More than 40 advocacy organizations from across the political spectrum joined The Constitution Project in calling on Senate leaders to move forward with legislation to rein in the bulk collection of Americans’ phone records by the National Security Agency.
In a September 4 letter to Senate Majority Leader Harry Reid and others, the groups urged the Senate to quickly pass a compromise version of the USA Freedom Act (S. 2685) that Sen. Patrick Leahy (D-Vt.) negotiated with the Obama administration and key stakeholders in the private sector, including TCP, without adding a controversial data retention requirement. The legislation is aimed at curbing dragnet collection of millions telephone records by the NSA and providing greater transparency of policies underlying government surveillance programs, in part by allowing the secret Foreign Intelligence Surveillance Court to appoint a special advocate to represent privacy concerns whenever it considers cases presenting “a novel or significant interpretation of the law.” TCP released a report earlier in the year that recommended the creation of a special advocate as a necessary component of any surveillance reform.
The letter also warned the Senate to steer clear of a “gravely concerning” cybersecurity sharing information bill adopted earlier by the Senate Intelligence committee. The groups said that that legislation (S. 2588) would significantly expand information collected by the NSA and permit unlimited information sharing with other government agencies without sufficiently protecting personally identifiable information.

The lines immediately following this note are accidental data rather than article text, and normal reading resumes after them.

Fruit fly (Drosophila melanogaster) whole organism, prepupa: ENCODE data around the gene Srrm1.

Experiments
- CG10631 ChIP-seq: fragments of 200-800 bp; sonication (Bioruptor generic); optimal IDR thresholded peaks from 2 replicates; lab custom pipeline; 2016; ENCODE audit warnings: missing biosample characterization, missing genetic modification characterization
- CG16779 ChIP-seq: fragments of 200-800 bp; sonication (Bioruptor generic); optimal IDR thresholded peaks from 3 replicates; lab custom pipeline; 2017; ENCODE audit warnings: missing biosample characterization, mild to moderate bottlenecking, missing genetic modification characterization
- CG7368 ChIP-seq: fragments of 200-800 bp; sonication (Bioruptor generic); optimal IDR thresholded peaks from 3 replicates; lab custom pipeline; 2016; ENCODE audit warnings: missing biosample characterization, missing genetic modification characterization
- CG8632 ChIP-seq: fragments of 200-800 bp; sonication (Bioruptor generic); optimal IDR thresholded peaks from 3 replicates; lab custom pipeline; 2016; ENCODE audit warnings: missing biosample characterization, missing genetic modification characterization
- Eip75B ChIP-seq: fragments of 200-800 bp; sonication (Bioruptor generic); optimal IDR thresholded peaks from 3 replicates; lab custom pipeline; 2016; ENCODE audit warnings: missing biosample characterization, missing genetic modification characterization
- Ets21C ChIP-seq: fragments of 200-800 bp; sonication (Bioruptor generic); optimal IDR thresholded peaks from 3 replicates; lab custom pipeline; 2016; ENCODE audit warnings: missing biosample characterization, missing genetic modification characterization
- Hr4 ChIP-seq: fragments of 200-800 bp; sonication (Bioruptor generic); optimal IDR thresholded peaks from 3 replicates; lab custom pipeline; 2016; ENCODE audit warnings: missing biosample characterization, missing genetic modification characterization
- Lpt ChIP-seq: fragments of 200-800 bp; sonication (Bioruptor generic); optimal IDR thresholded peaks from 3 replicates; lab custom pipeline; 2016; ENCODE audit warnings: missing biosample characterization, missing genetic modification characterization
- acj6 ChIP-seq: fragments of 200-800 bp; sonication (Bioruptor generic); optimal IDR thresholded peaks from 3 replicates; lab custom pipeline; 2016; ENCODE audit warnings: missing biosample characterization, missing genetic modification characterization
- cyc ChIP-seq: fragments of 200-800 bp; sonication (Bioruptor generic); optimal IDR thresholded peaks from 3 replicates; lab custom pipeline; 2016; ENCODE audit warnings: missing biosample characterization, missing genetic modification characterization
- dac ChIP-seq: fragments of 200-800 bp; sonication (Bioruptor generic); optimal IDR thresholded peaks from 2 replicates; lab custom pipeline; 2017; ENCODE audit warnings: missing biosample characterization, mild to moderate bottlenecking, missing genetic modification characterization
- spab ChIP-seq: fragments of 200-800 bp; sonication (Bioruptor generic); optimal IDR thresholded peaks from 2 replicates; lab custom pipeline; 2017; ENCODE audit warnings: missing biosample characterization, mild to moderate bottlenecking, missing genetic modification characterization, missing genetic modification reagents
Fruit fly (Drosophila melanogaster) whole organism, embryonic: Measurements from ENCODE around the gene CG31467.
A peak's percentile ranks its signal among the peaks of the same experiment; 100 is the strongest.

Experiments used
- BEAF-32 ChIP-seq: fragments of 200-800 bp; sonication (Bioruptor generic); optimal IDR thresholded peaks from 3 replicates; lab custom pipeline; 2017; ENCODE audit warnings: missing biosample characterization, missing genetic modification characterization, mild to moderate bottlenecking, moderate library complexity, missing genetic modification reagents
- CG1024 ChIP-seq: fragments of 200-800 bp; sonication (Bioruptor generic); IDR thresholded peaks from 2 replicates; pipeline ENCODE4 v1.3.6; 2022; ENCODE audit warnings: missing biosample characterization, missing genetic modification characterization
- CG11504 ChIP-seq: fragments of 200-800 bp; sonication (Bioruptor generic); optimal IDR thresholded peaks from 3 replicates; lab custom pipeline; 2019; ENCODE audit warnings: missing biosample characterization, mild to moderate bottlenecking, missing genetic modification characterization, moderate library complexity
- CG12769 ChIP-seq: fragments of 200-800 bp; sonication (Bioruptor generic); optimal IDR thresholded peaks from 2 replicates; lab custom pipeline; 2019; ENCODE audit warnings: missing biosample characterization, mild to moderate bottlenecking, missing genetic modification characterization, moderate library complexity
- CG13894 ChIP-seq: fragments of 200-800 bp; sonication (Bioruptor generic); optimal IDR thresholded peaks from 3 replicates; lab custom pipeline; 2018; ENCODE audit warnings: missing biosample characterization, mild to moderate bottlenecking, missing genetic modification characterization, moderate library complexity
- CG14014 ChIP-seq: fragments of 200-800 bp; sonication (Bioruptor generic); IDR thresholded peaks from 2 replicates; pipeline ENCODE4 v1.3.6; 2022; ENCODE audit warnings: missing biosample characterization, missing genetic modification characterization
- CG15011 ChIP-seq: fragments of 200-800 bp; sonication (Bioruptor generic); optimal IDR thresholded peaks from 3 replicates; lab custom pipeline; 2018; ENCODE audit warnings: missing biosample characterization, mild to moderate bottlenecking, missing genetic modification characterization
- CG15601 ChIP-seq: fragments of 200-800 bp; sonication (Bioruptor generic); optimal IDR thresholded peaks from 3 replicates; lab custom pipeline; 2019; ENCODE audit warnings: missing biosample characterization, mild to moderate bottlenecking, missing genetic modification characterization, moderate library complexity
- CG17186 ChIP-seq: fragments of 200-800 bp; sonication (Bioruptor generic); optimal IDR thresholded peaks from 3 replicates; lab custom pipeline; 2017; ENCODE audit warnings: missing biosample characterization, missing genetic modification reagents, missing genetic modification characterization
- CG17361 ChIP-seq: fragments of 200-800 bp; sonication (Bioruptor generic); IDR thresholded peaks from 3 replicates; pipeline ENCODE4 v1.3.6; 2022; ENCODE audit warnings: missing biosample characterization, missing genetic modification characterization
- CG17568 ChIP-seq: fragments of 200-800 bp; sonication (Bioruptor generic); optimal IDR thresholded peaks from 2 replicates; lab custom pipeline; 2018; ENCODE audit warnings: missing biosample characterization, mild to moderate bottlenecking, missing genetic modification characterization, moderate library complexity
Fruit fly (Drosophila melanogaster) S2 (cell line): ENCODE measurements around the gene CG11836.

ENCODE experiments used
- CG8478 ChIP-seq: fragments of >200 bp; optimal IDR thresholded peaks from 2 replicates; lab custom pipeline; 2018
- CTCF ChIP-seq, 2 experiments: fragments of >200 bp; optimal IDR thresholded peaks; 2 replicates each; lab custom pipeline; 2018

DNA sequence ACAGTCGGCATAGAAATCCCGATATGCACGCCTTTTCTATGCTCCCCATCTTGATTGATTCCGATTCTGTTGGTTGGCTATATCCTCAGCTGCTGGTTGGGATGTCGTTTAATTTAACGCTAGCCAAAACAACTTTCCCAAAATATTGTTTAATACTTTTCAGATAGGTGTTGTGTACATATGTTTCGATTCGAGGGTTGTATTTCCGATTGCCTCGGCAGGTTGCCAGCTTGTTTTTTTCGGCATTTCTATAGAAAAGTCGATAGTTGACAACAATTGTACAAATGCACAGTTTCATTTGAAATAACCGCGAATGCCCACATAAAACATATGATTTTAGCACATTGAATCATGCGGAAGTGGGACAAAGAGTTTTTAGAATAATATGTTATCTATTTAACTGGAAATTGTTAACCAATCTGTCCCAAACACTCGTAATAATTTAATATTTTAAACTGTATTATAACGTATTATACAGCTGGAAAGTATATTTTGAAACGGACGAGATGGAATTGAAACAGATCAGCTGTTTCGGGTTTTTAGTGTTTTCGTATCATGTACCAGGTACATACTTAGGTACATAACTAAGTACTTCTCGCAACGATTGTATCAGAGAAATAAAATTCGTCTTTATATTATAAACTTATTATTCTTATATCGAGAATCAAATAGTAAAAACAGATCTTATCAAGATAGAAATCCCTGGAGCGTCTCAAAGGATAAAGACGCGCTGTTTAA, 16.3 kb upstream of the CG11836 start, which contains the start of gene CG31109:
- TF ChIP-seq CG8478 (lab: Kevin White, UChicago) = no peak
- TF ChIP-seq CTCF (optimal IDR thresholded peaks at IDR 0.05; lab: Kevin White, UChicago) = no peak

“The Senate cannot seriously consider controversial information-sharing legislation without first completing the pressing unfinished business of passing meaningful surveillance reform,” the groups wrote.
In addition to TCP, privacy and civil liberties advocates joining the letter include the ACLU, American Library Association, Center for Democracy and Technology, Competitive Enterprise Institute, Electronic Frontier Foundation, FreedomWorks, New America’s Open Technology Institute, Republican Liberty Caucus and The Rutherford Institute.